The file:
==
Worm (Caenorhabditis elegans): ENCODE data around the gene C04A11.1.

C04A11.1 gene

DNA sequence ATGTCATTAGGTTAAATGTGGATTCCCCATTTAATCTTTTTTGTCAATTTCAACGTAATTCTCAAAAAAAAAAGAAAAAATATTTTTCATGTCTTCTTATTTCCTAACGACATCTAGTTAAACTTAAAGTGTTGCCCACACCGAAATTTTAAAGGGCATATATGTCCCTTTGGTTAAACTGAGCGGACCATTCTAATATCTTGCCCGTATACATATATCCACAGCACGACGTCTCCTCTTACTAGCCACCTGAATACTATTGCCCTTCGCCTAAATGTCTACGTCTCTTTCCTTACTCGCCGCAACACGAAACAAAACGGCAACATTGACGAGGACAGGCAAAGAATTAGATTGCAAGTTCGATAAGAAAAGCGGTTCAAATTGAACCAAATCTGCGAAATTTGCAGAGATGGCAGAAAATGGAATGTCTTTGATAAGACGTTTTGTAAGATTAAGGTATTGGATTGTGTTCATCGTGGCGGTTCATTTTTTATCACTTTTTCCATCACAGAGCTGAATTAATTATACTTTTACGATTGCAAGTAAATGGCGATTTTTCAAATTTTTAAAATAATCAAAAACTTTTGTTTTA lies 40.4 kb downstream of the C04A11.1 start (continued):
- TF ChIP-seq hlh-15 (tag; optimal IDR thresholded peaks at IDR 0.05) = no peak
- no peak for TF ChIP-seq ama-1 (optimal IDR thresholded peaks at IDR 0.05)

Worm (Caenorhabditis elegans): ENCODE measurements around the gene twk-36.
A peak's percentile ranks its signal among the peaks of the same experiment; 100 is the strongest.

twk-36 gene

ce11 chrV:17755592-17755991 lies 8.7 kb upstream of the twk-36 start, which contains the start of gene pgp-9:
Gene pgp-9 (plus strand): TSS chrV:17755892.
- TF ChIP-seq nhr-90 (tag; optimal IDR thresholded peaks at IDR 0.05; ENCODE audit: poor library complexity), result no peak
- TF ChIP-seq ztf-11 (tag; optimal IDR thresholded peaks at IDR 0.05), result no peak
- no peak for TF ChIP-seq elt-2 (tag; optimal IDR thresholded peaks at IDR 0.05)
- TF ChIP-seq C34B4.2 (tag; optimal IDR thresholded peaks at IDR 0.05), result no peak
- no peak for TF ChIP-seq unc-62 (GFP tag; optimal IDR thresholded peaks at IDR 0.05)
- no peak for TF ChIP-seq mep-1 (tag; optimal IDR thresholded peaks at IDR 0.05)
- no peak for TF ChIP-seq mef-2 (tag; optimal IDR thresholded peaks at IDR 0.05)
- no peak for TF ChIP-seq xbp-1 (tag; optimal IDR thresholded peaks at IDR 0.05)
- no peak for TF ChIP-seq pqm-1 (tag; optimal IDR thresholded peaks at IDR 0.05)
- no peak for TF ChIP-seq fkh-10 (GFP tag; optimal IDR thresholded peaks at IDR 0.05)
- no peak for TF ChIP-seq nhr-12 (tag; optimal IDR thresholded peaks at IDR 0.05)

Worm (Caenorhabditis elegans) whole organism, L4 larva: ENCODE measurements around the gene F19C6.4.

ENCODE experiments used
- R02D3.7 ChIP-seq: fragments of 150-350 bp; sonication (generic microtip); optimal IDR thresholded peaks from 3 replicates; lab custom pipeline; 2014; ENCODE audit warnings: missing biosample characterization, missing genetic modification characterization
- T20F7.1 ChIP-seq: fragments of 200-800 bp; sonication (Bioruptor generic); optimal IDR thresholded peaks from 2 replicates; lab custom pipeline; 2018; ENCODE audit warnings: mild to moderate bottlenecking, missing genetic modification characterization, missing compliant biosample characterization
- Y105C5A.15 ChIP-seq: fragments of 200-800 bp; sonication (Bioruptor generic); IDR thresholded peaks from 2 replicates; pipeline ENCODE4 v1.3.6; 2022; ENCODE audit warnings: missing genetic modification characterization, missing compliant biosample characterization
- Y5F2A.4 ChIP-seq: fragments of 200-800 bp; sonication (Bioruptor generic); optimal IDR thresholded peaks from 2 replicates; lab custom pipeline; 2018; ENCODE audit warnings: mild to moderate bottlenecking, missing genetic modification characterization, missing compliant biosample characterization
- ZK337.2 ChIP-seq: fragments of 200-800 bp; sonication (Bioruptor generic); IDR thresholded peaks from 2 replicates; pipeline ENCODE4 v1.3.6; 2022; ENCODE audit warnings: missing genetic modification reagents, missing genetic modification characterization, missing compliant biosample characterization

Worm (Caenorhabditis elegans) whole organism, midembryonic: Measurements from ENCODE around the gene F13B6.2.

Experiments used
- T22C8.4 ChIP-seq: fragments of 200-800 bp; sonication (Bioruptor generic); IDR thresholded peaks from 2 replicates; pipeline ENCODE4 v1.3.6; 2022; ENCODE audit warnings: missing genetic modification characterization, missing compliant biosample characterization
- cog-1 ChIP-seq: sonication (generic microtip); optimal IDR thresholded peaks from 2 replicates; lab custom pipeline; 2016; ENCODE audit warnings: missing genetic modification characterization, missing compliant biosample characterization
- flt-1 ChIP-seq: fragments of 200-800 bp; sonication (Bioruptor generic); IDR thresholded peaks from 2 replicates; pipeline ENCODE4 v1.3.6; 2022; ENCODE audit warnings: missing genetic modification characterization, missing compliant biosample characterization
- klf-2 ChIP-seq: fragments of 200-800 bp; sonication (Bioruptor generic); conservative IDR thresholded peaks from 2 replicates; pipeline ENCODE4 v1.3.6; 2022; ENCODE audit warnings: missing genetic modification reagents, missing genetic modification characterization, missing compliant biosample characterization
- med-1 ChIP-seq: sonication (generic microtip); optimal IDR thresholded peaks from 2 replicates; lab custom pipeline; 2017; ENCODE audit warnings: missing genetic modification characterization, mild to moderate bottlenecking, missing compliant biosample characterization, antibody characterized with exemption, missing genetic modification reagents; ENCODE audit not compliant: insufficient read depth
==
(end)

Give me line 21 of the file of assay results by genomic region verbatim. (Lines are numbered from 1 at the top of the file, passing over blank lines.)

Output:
- no peak for TF ChIP-seq nhr-12 (tag; optimal IDR thresholded peaks at IDR 0.05)